James Hansen: The pace of global warming is accelerating (and that’s even more bad news)
Climate models indicate that at least a weak El Nino will begin this (Northern Hemisphere) winter; observations show that warming in the tropical Pacific has begun. This implies that the current La Nina minimum global temperature has bottomed out and the 12-month running mean global temperature will begin to rise during the next few months. Global temperature minima associated with La Ninas are more uniform in depth than El Nino maxima. This provides an opportunity to check whether the global warming rate is accelerating.
Global temperature appears to increase almost linearly over the past 50 years; the 1970-present rate is 0.17°C per decade. Jeremy Grantham pointed out that the rate of warming inferred by connecting the peak temperatures of the last two El Nino maxima (0.21°C per decade, see figure above) exceeds this longer term rate, and he infers that global warming is accelerating.
La Nina minima probably provide a better estimate, and they provide more recent rates. As the figure shows, the most recent two La Ninas imply a warming rate of 0.38°C per decade, at least double the longer term rate!
Such acceleration is predicted by climate models for continued high fossil fuel emissions as a result of amplifying climate feedbacks and is a cause for concern. We expect global temperature rise in the next few months to confirm our analysis.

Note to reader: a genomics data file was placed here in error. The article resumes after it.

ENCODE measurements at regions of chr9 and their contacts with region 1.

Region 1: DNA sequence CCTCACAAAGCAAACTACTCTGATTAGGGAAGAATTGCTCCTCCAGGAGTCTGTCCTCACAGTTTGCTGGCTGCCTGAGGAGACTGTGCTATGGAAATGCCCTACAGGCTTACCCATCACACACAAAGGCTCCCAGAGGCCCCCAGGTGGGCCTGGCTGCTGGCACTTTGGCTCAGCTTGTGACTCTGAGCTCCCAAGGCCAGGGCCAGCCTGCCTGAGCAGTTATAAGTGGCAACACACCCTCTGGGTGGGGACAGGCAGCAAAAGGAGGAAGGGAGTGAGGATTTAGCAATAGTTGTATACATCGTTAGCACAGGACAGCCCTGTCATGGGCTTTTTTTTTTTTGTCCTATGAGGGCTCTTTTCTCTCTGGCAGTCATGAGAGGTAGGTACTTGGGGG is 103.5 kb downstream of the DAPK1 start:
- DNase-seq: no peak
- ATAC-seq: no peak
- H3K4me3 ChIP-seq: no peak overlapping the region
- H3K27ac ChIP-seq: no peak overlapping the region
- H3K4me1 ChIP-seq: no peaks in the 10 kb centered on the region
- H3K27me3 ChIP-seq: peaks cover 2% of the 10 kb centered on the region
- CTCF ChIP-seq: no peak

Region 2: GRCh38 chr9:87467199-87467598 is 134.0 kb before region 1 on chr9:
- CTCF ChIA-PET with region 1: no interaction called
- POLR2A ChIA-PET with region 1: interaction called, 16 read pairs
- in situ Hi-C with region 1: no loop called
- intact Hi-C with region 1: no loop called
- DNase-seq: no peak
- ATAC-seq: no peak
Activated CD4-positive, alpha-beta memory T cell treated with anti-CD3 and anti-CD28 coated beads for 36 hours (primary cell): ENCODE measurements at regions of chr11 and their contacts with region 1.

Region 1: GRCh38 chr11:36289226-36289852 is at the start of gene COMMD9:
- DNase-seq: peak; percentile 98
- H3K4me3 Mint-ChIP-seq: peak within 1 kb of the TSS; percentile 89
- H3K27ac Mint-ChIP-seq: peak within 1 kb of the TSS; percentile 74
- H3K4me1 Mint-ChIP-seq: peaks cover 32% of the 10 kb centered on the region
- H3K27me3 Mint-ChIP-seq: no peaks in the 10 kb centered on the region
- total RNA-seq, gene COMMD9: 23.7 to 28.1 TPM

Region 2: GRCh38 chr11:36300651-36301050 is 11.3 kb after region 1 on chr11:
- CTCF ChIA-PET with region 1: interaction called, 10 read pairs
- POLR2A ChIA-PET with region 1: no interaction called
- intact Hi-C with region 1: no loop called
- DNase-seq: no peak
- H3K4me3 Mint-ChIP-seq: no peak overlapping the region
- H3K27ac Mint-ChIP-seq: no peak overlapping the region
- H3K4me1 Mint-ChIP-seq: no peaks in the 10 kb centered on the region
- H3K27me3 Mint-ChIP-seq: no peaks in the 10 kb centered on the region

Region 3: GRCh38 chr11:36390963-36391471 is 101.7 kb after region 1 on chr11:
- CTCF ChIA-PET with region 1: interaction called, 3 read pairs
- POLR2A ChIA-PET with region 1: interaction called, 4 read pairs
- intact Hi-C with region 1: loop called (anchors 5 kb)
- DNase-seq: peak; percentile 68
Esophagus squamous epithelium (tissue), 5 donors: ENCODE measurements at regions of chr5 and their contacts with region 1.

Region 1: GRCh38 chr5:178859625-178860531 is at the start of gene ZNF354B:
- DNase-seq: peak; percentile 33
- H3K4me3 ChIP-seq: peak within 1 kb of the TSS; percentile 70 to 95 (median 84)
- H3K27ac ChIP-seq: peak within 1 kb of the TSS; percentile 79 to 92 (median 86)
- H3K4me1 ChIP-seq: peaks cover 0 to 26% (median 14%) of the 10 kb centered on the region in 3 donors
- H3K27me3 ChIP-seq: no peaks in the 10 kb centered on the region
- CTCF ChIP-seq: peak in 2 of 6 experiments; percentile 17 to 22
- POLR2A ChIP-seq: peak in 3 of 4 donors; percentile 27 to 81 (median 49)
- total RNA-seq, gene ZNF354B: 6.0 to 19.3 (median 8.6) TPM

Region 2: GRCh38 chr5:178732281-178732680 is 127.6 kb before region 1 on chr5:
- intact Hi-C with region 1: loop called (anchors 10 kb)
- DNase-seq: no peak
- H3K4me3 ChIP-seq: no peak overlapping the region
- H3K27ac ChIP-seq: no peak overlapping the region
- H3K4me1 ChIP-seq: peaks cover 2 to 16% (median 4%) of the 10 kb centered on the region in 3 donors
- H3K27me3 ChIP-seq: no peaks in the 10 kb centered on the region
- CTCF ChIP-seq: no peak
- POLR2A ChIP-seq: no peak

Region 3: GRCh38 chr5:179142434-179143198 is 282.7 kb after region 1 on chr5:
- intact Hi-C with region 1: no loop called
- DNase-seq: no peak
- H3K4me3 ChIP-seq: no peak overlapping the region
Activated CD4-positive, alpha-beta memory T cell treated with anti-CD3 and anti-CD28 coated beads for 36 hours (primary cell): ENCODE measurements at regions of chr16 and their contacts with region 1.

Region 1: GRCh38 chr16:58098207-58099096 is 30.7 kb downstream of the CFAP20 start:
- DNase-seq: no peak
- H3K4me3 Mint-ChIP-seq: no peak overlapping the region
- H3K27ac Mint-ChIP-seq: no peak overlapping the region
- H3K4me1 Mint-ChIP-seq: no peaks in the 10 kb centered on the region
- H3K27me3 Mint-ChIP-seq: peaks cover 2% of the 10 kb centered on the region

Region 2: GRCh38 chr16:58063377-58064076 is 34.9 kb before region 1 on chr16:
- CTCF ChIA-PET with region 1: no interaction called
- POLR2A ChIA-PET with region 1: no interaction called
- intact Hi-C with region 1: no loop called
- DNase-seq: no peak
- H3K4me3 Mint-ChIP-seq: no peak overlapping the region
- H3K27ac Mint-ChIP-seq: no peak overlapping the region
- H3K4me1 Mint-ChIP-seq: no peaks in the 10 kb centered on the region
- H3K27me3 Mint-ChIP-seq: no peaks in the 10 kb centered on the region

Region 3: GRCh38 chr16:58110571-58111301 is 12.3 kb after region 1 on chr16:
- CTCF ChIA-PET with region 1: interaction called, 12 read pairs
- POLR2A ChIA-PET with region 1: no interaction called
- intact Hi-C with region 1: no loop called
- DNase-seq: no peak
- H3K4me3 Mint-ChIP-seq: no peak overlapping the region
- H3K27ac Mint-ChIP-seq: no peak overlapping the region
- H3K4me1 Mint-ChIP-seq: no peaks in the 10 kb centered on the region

I am leaving today for Xi’an, China to attend the joint American Geophysical Union/Chinese Academy of sciences conference on atmospheric aerosols and upon return should focus on preparations for the trial of the Trump Administration in the lawsuit brought by Our Children’s Trust. So I summarize here a few items that Eunbi has put or will put on Facebook:
(1) Pierre Friedlingstein points out that the linear scale used for CO2 in Charts 30 and 31 of my Taiwan talk is misleading when compared with the temperature scale in the same figures. He is right that we should use a log scale for CO2.
As is well known, partial saturation of CO2 absorption bands requires the CO2 amount to double for each successive increase of 4 W/m2 of climate forcing, and expected global warming increases approximately linearly with the climate forcing.
O.K., that’s a mouthful. Here’s the bottom line. The remarkable fit of CO2 and temperature for the past 800,000 years (Chart 30) is hardly altered by this change of scale. CO2 is a tight control knob for global temperature.
However, for increase of global temperature above the preindustrial level the expected eventual warming, after all amplifying feedbacks have played out, increases more slowly than linearly with increasing CO2 (see new Chart 31). Charts 30 and 31 have been replaced in my Taiwan Charts. Of course the correct relation has been used in all of our climate simulations – the plotting error occurs only in these two charts.
(2) In Bemidji, Minnesota last week I was not able to testify on behalf of the “raging grannies” who turned off a tar sands oil pipeline, because the judge threw out the case after a jury was selected.
Frankly, I believe that the prosecution presented a weak case intentionally, expecting it to be thrown out. They didn’t want the publicity that would have been associated with jailing these determined ladies, who were just barely strong enough to turn off the pipeline. You can see a photo of these two heroines on my Facebook.
(3) In an interview for an article in the Guardian I decry the decision in the UK to “ape” Trump (the reporter’s choice of words) and develop fracking for gas. The UK just discovered a huge gas deposit offshore. What sense does it make for them to develop fracking, with its greater carbon footprint via leaked methane and its local pollution, when they have more than enough conventional gas to pass the dangerous level?